Ferrez gave examples of ways the cultural capital model could positively transform and equalize higher education, and challenged attendees to use their own cultural capital to improve their communities.
“We need leaders like all of you with your Latinx (perspectives) and that capital each and every one of you have, to (address) racism, environmental justice, climate issues, needs of communities with water systems, access to food … not just in our communities in the United States, but in our home countries throughout Latin America, throughout Central America, throughout the islands, the Caribbean throughout Mexico,” Ferrez said.
Jesús Galván, program manager of the University’s Office of Multi-Ethnic Student Affairs, told The Daily Ferrez was selected by a committee of MESA members on account of the relevant research she has completed about educational equality for those identifying as a part of marginalized communities.
“For one, (Ferrez) is familiar with the experience we’re trying to represent and speak about, but also, they’re part of us here at U-M,” Galván said. “So we shine light on the folks that are doing the good work and are critical components to student success on this campus.”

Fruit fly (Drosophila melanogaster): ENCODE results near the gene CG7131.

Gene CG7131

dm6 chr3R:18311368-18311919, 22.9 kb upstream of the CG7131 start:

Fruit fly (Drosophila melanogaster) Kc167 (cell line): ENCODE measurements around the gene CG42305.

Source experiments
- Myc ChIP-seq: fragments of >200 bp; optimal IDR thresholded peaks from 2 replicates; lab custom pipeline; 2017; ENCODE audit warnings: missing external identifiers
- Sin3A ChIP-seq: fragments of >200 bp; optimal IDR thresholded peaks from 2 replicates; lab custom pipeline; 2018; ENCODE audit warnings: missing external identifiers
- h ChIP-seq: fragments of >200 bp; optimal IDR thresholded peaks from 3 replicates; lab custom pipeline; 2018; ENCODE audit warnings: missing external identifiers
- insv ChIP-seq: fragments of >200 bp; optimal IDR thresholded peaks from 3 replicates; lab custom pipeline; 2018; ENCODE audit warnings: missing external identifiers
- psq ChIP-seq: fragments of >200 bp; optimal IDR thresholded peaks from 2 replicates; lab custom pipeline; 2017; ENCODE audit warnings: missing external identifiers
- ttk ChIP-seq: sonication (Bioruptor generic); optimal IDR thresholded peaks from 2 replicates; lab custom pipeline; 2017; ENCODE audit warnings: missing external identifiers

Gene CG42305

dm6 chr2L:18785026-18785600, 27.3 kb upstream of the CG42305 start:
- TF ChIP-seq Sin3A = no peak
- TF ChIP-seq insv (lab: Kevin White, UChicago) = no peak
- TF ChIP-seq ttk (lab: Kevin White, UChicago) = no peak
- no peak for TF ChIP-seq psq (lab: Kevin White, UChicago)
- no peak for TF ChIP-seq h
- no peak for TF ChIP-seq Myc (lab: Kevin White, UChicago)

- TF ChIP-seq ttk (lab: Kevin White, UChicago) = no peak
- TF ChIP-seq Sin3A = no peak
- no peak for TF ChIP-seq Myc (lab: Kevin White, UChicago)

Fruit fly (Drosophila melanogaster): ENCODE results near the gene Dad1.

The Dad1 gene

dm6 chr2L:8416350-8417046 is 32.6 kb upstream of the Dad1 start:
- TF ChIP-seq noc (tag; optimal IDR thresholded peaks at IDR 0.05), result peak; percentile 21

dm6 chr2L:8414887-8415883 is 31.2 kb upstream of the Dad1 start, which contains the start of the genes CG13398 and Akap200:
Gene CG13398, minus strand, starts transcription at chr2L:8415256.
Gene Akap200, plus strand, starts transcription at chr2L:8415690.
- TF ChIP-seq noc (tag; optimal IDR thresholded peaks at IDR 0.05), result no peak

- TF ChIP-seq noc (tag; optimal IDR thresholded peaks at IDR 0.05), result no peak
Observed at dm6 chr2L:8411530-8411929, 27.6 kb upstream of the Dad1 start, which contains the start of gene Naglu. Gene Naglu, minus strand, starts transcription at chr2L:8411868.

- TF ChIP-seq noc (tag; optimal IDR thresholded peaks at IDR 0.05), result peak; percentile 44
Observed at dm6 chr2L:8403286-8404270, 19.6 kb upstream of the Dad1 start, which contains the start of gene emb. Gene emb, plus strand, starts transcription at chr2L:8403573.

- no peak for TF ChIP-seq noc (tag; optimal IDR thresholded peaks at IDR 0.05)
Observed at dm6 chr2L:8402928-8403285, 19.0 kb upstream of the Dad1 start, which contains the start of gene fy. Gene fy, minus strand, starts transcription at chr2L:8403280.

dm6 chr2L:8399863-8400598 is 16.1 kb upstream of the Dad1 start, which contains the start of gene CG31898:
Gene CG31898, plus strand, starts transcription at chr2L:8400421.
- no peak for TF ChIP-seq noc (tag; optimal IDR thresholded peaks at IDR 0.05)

Lopez said MESA began planning this year’s LHM over the summer, with an important part of the preparations involving MESA’s collaboration with Michigan Dining chefs who identify as Latinx. Throughout the opening ceremony, attendees were encouraged to try different food items from the buffet which included tostones, arepas, arroz con gandules and empanadas.
The two main chefs — Luz Ruiz from Panama and Miriam Palacio from Colombia — were also given the opportunity to explain their personal backgrounds and identities to the crowd as well as why they chose to prepare each specific dish for the event.
Empanadas, Palacio told The Daily, are usually made using corn flour-based dough. But she had experience in Colombia making the dough with flour derived from the yuca root, which makes the dish gluten-free so more students can try it.
“I used yuca to make the dough and it makes this food be gluten-free,” Palacio said. “I hope you guys enjoy … their Colombian flavor.”
Autumn Battin-Flores, the senior associate director of retail and catering for the University, told The Daily MCatering has been collaborating with MDining and cultural organizations on campus for three years to serve authentic cuisine at various heritage month events. Flores said encouraging chefs to cook dishes from their individual cultures is a promising start to promoting culinary diversity within campus dining.
“This is their food, where their origin is from,” Flores said. “It’s an opportunity for our chefs in MDining to represent themselves in a different environment.”
LSA sophomore Victoria Hernandez attended the opening ceremony and said being surrounded by so many people excited to celebrate Latinx culture made her look forward to continuing to connect with members of the community at other events throughout the heritage month.
“After a year of being online, it’s cool to actually be in person with people, getting to meet them and see what we can get out of the school and our community,” Hernandez said.
Daily Staff Reporters Paige Hodder and Roni Kane can be reached at firstname.lastname@example.org and email@example.com.